The public school system in British Columbia has been squeezed for funding for many years. Outdated textbooks, lack of money for field trips, librarian lay-offs and more have become the norm in the system. When I left the teaching profession ten years ago things were bad, but they have become exponentially worse since.
Yesterday I was taking a look at the outside of North Cedar Intermediate School. You could tell that when it was built, it was done in a most basic way. The siding is sheets of metal, now oxidized, dented and the paint is peeling off. Tennis courts installed many years ago lack nets, fences and plants are growing up through the cracked asphalt.
The bike racks for students are flanking the front entrance. They are a motley collection, cobbled together from various bike racks. They and the pipe railings at the school entrance are in a variety of paint colours or no colour at all, just bare pipe.
Landscaping is almost non-existent. Rocks stuck in concrete surrounding scabrous plantings seem to be the best on offer.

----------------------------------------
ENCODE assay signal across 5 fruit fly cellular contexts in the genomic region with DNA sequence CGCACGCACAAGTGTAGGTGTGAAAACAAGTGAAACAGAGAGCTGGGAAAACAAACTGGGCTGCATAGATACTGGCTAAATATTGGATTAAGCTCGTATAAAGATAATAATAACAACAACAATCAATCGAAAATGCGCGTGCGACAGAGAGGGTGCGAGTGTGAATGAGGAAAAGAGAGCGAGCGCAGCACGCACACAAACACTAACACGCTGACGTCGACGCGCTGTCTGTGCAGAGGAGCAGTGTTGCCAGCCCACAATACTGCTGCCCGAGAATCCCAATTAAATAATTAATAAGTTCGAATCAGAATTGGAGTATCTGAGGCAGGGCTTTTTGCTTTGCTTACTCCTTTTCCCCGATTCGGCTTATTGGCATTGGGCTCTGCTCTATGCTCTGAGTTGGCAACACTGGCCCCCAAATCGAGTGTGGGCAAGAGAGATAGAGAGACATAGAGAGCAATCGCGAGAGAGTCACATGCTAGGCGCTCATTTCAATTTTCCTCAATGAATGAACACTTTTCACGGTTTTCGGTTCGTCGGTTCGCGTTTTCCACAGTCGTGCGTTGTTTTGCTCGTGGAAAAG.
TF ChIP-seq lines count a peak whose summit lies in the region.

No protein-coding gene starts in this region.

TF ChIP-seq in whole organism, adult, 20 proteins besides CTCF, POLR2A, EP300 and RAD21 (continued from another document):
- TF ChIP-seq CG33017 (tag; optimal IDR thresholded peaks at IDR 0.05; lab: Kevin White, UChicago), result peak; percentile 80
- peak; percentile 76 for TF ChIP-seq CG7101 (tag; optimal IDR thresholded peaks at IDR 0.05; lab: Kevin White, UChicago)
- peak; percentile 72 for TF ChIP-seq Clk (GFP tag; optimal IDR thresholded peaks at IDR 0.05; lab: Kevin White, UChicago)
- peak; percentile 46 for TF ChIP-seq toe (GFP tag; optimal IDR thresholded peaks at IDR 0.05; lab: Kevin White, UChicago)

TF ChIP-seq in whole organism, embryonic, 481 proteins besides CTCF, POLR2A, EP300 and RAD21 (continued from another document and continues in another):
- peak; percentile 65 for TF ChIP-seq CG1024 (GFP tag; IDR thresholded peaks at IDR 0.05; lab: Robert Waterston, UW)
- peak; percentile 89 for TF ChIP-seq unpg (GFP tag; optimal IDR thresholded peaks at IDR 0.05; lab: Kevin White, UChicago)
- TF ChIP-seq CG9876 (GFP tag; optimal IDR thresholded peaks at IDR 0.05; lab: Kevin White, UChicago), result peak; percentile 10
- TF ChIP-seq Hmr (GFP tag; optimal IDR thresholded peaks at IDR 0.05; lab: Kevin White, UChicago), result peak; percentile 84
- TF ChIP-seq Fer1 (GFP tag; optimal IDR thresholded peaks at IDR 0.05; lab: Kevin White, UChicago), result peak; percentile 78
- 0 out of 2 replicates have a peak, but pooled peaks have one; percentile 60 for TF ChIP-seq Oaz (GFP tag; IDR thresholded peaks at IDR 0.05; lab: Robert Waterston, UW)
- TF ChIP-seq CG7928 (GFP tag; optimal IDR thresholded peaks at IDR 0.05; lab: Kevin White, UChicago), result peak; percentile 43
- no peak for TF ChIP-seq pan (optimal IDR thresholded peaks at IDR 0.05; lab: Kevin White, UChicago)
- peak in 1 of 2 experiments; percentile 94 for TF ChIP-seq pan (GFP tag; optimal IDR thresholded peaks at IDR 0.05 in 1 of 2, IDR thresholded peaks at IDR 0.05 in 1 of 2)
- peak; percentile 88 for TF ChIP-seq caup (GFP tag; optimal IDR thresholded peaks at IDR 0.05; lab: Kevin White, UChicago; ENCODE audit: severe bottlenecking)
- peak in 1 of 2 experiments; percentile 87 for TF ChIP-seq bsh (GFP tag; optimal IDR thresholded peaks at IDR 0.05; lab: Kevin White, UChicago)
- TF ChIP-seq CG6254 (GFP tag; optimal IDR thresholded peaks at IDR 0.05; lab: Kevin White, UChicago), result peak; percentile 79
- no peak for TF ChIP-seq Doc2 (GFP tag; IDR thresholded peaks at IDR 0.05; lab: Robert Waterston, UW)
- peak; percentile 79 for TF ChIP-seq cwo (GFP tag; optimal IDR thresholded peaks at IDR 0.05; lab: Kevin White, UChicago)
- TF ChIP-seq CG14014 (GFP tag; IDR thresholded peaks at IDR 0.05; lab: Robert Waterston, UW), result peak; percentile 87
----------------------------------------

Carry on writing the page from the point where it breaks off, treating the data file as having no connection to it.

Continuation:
You might say that it is not the building that is important, it is the staff and their inspiring ways that help lead the children to higher education. You would be partly right but not wholly. Just as it takes a village to raise a child, it takes a co-ordinated effort to do the best job possible. A school building that students can take pride in is one of those important factors.
Cedar is a community of residential, agricultural and small industry. While there are some well-heeled residents, many live below the poverty line and their children do as well. For financially deprived children the carrot of something to have pride in is doubly important. I know this on a personal as well as a professional basis. When our elementary school got flush toilets, we were just about delirious with excitement. Many of our homes at the time still had the old shack out back.
I very much doubt that this dilapidated school would be allowed to fall into such disrepair if it were situated in West Point Grey or the British Properties. Is it because the needs of rural and rural poor people and their children can be ignored? I think so.